Effects of diets and dietary constituents on gut microbiota
- Research on the importance of the gut microbiota in human health has seen enormous breakthroughs in recent years. Yet the microbes present in and on ingested foods have been largely ignored. We estimated the amount and type of microbes in a day’s worth of meals across three typical dietary patterns. We showed that certain food microbes were correlated with the estimated nutritional content of meals. For example, several bacterial families were positively correlated with cholesterol content. When we predicted the metagenomes we found that certain functional categories were enriched in certain meals. For example, genes involved in glycan degradation were enriched in the vegan dietary pattern.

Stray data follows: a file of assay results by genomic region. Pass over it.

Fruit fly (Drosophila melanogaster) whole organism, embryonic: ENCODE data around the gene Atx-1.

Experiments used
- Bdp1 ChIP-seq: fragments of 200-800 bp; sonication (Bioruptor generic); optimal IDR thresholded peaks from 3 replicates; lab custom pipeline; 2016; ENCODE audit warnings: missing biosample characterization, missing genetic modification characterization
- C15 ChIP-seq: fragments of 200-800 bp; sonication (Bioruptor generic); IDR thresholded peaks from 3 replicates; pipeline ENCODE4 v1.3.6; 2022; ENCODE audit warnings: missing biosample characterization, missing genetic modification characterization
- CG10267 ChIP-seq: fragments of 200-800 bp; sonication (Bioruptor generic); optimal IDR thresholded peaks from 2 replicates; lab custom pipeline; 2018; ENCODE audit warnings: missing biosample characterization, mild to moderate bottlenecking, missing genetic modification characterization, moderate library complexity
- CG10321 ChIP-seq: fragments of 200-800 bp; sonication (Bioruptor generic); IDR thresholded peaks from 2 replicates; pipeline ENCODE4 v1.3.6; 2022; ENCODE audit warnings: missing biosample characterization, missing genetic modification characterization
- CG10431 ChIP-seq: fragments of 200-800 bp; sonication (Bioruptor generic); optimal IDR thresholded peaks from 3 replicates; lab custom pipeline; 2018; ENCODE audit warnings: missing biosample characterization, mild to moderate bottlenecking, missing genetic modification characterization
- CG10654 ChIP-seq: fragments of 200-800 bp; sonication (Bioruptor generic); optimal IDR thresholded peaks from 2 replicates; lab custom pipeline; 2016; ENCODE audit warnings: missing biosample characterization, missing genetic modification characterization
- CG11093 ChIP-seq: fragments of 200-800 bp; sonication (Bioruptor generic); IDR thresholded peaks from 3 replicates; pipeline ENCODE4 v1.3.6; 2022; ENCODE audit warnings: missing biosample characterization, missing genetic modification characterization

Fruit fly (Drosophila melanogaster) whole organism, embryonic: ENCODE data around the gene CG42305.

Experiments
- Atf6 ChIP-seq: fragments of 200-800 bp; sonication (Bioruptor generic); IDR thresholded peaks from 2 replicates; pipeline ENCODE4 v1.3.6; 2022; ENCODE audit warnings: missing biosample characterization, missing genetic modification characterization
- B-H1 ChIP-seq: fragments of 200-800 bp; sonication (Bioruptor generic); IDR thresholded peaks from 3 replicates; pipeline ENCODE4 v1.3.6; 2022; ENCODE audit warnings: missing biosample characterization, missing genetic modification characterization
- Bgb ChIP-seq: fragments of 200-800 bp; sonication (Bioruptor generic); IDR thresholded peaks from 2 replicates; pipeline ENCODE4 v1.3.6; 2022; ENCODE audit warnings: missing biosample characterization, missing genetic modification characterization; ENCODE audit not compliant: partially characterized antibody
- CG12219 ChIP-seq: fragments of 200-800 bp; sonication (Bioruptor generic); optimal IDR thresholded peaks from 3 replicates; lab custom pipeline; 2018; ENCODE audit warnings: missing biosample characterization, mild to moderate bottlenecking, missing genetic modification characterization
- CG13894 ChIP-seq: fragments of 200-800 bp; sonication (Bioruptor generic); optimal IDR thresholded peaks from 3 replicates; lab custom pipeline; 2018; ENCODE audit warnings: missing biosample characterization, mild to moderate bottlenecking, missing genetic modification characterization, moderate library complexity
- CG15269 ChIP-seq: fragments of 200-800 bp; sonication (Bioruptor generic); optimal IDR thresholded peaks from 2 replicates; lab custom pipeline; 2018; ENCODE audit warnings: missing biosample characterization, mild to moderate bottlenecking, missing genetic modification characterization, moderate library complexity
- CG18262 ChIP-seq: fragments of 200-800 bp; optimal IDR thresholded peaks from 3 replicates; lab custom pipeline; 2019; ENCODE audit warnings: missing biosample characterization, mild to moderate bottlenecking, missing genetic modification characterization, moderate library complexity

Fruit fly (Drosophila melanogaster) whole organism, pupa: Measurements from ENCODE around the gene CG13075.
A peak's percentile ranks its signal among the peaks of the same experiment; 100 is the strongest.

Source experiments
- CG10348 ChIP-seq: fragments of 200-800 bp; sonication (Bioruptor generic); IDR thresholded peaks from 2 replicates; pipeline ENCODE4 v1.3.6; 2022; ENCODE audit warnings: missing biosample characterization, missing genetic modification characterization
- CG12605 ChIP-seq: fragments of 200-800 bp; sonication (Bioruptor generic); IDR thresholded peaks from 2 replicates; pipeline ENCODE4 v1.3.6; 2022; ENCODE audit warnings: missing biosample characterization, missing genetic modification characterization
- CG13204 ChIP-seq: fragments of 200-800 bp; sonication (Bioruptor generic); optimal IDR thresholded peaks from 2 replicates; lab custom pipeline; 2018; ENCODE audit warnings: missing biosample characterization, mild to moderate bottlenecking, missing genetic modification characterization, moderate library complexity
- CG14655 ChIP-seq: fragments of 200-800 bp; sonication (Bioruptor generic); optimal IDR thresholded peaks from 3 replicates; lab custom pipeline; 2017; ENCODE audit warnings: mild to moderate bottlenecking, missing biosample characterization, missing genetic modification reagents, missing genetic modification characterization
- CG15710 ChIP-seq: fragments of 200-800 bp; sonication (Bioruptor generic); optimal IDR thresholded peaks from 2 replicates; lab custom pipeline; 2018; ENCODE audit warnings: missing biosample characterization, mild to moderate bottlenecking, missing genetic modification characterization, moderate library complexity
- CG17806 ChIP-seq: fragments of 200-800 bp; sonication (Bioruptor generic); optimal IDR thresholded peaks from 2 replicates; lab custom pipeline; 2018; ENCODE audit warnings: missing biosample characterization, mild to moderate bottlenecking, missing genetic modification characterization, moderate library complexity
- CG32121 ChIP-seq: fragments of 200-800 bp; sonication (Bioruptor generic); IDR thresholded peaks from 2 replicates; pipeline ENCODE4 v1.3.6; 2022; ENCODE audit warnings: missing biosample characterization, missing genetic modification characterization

- Our findings demonstrate that both the amount and type of microbes in and on foods we eat are likely to be highly variable across the population. Our findings raise important questions about the potential impact of food microbes on the gut microbiota and, in turn, aspects of human health associated with the gut microbiota.
- We have characterized the effects of milk oligosaccharide composition on changes in the gut microbiota and microbial metagenomes, and how these are related to growth and morbidity outcomes in infants over the first 5 months of life. We are also investigating the relationships between milk lipid composition and infant growth.